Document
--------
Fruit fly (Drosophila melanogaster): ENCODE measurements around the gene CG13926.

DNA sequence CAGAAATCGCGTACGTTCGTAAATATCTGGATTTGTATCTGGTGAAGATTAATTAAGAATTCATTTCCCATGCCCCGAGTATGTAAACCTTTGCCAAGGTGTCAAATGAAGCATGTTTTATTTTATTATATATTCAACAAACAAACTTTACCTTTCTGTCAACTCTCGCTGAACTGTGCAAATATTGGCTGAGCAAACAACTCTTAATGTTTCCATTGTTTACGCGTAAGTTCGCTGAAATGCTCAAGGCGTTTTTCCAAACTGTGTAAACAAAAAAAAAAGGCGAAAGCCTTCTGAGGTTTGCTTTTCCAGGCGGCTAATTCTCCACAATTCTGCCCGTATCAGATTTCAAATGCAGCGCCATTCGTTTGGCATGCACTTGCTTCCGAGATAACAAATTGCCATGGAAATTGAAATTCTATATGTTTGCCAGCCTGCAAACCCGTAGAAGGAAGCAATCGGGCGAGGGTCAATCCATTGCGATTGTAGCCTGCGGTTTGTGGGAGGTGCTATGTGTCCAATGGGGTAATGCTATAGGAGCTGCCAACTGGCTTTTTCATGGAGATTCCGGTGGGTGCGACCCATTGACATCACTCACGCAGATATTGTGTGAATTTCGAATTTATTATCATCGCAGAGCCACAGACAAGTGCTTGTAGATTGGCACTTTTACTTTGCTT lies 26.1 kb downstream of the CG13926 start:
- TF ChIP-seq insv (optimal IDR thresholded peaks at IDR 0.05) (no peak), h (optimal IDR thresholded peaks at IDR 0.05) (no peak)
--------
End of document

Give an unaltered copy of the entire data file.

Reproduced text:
Fruit fly (Drosophila melanogaster): ENCODE measurements around the gene CG13926.

DNA sequence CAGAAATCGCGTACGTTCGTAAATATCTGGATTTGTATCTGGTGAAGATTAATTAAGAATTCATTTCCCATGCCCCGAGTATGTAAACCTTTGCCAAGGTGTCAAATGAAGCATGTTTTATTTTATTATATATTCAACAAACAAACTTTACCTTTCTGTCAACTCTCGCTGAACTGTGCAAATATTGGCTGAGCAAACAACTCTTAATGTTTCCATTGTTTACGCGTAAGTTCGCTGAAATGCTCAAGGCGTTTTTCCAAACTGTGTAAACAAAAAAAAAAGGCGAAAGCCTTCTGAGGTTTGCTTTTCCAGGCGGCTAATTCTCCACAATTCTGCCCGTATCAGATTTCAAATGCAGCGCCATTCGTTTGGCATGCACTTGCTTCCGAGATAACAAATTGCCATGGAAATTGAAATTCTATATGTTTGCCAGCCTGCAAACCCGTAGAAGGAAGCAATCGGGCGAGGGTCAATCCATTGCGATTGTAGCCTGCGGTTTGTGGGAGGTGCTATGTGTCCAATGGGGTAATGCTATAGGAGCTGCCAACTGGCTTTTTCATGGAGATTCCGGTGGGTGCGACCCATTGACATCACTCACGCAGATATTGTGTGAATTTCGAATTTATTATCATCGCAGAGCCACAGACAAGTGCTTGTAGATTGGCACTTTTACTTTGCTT lies 26.1 kb downstream of the CG13926 start:
- TF ChIP-seq insv (optimal IDR thresholded peaks at IDR 0.05) (no peak), h (optimal IDR thresholded peaks at IDR 0.05) (no peak)